Even in your early 20s, it’s interesting to look back on those hazy days of adolescent ennui where the world felt infinitely smaller and less consequential. Peering back at high school, the world moved much slower, the future was completely uncertain, and perhaps that was the only time when that felt okay. Thinking to then, I process those times with a mix of nostalgia and pleasure in knowing that adulthood offers an entirely new sense of freedom that one only dreams about at that age. But however you see it, those years are a defning time of change and seminal in one’s life, and with Elizabeth Mims and Jason Tippet’s debut documentary feature, Only the Young, the filmmaking duo have managed to capture that essence.
Only the Young follows three teenagers—Kevin, Garrison, and Skye—that live in the small desert town of Santa Clarita, California—spending their days hanging out in the foreclosed and abandoned spaces of the town, skating at the local park, and navigating their way through young love and familial issues. We follow the trio through their day-to-day lives, getting an intimate view of their own unique take on the world around them, shot in a way that’s subtly unfolds into something profound and meditative about a time that’s so important in all of our lives. We caught up with Mims and Tippet to dive deeper into the stories they want to tell as filmmakers, getting to know their subjects closely, and the exploratory process of documentary filmmaking.
Can you tell me how you started working together?
EM: We first started making work together at CalArts while we were there for undergrad. There we kind of developed a style with our first short called “Thompson,” which was very similar to Only the Young. So we made our first short at CalArts, and as soon as we graduated we wanted to make something bigger, and started looking for some subjects.
Did you know you definitely wanted to be working in documentary film?
JT: Actually, I didn’t really know what I wanted to do before Cal Arts; I was just taking a few random classes at a junior college in Santa Clarita—I actually grew up where we shot the movie So I ended up taking a film class and we had to do these portraits on these people in this town; he showed usAmerican Movie and after that it really opened my eyes to what kind of films I wanted to make because I felt like I knew a lot of people like that growing up. I love stories about underdogs and I’m kind of a sucker for stories about.
So why did you both decide that this was the story you wanted to tell for your first feature?
EM:I think at first we didn’t really know what we were going to have with this. We really weren’t necessarily planning on making a feature, we were planning for it to probably be a short but then as soon as Skye came into the picture she added so much contrast to everyone else, we kind of realized we had something bigger that could be more of a feature. These relationships, they got more involved and they were interesting as time was progressing and we realized we had something longer. I think it was still really difficult for us to know that it was leading to something being feature length and that it would be coherent and people would enjoy it. But we stuck through it, although it was a little wandering at first.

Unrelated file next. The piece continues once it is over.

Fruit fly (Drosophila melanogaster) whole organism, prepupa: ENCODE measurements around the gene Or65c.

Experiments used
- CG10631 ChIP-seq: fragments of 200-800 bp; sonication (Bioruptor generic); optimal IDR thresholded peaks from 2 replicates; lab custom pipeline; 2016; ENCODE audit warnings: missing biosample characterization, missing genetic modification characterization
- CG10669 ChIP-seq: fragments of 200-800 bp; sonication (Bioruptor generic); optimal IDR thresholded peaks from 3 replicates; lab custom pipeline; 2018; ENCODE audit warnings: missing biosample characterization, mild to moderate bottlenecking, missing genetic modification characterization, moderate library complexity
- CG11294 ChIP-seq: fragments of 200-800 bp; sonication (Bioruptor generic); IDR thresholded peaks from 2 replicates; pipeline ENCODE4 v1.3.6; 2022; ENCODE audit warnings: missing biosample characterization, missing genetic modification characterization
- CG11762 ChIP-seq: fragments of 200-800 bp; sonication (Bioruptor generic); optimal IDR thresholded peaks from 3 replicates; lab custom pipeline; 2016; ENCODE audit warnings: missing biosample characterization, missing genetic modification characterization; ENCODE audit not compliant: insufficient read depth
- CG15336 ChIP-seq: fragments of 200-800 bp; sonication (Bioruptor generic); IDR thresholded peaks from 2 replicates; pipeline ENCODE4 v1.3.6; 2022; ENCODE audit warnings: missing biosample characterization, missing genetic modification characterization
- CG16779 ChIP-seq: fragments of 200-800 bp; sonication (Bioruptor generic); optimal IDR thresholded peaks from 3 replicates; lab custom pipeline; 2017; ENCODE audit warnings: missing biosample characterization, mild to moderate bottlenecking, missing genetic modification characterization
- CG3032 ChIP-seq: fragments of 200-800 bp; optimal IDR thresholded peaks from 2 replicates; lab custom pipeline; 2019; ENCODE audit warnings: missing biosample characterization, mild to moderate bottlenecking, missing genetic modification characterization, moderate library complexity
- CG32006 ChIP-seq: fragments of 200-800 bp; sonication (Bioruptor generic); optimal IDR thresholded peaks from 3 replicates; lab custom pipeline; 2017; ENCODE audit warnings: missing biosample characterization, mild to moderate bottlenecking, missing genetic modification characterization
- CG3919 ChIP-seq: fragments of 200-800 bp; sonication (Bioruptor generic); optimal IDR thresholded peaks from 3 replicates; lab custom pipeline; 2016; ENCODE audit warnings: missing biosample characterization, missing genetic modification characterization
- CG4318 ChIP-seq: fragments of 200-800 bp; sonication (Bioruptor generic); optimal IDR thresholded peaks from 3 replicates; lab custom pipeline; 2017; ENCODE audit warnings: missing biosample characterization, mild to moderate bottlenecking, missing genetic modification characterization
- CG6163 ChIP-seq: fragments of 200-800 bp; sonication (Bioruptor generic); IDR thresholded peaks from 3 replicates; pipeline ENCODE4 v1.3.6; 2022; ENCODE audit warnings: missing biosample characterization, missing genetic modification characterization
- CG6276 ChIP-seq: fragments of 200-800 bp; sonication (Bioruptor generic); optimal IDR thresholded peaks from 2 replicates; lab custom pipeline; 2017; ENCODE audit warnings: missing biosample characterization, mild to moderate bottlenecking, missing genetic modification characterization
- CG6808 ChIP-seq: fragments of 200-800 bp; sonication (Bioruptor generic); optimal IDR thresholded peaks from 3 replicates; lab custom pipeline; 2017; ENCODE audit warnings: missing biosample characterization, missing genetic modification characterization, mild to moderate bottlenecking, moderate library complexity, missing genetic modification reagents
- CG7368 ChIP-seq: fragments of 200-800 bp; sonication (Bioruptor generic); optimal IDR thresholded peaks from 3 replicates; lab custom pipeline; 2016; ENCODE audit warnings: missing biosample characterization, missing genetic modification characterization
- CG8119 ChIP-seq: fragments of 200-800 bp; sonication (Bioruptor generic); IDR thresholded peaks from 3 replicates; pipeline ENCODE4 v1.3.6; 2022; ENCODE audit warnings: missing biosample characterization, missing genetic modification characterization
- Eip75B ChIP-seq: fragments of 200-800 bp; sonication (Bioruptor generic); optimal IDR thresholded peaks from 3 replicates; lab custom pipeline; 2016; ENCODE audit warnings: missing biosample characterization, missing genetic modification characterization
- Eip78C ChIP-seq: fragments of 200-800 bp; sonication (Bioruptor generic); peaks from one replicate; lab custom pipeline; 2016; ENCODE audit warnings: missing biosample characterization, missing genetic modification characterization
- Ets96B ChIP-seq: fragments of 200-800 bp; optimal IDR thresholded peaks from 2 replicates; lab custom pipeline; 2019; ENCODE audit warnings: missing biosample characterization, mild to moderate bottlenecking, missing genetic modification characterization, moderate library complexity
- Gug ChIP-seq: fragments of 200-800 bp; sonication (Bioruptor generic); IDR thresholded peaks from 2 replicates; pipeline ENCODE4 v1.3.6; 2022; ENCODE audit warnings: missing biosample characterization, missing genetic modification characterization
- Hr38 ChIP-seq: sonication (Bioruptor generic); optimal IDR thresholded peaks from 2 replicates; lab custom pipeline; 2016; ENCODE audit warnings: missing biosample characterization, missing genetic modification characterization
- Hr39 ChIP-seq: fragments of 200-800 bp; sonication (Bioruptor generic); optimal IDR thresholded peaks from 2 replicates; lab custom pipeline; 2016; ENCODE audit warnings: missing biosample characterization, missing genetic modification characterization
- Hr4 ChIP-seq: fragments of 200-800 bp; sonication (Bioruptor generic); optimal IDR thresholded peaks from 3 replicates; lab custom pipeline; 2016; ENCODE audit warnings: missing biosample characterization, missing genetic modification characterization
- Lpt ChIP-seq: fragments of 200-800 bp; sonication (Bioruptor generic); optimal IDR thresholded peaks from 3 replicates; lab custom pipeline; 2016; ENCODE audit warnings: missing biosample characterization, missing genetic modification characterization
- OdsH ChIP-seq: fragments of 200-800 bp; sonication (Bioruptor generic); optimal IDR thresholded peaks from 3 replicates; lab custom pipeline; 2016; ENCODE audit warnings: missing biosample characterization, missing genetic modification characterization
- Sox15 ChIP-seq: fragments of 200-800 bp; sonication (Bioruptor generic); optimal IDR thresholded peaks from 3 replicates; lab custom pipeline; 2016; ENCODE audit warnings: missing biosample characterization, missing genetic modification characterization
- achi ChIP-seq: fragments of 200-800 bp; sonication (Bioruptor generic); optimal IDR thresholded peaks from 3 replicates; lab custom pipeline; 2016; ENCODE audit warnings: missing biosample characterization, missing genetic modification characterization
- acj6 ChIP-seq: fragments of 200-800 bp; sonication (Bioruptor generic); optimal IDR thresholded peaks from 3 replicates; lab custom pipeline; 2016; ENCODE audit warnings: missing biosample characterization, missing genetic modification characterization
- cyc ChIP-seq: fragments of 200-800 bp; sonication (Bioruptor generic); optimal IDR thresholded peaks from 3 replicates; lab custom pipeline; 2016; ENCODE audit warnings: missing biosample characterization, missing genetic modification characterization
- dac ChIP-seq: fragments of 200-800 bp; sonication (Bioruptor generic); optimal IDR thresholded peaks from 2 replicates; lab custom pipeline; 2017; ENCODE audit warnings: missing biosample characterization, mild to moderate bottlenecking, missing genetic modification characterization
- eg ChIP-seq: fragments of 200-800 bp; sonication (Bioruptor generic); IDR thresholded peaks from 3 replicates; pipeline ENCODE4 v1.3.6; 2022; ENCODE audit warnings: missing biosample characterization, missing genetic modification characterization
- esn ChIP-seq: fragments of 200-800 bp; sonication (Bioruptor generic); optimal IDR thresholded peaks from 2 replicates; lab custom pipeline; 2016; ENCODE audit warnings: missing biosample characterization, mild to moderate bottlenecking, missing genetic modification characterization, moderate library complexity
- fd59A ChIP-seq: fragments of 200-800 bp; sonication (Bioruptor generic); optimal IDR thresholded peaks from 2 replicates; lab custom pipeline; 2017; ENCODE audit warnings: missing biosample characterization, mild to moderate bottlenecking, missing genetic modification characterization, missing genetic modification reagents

JT: I think, at least for me, what kind of clicked and why I think this could be a longer story was, it felt like we were capturing a love story as it was happening and unfolding. Like watching Billy the Kid and seeing a similar situation with these young people in terms of these different. It felt like we were getting something in the moment instead of retelling a love story that already happened; we were catching these fresh feelings that war much more intimate it felt like.
So even though you thought it would most likely be a short going into it, did you have any general themes or ideas you really wanted to capture?
JT:Yeah. So Kevin and Garrison are kind of like a sweeter version of Beavis and Butthead. They just had this great banter together; I really loved how natural they were around each other. Also, they didn’t really change when the camera was on, and for us, that was something that was really attractive. They were telling us about this abandon house in the desert, so the opening of the film is kind of what we thought the movie was going to be. We thought it would be about this abandon house and this half-pipe they’re trying to fix, Kevin would go to this big competition in the end, and if he won or lost that’s how we were going to end it. But about two months into it, we ended up meeting Skye and of course that completely changed everything.
How did you meet Kevin and Garrison in the first place?
EM:We met them randomly one day. Jason wanted to go see the new skate park they had rebuilt in Santa Clarita, and Garrison and Kevin came up to us asking if we had lost keys to a Jaguar—which we definitely hadn’t. We were flattered. But then they ended up arguing in front of us the way really good friends do where they don’t have any regard for anyone else.
Did they feel weird at first about you wanting to film them?
JT:Kevin told me he was pretty weirded out, actually. When we first initially asked them if we could do an interview, I think they were both like, oh that’s kind of strange. But I think the reason it wasn’t like totally creepy is that we’re close enough in age to them where we wouldn’t have been able to make this movie if we were much older.
Did they have any reservations about opening up to you guys, especially in the one on ones?
EM:I think that first there was a little bit of difficulty, but we went through so many different experiences with them that it built a kind of a trust where they looked forward to telling us about certain things—especially with someone like Skye who has so much going on in her life that’s difficult to talk about. Jason and I, in terms of how we would shoot, would make a big difference. We would usually the first hour of shooting and it would be really casual and just questions to get them talking about whatever they want to talk about and it kind of became this relationship where they knew a lot about us and we knew a lot about them.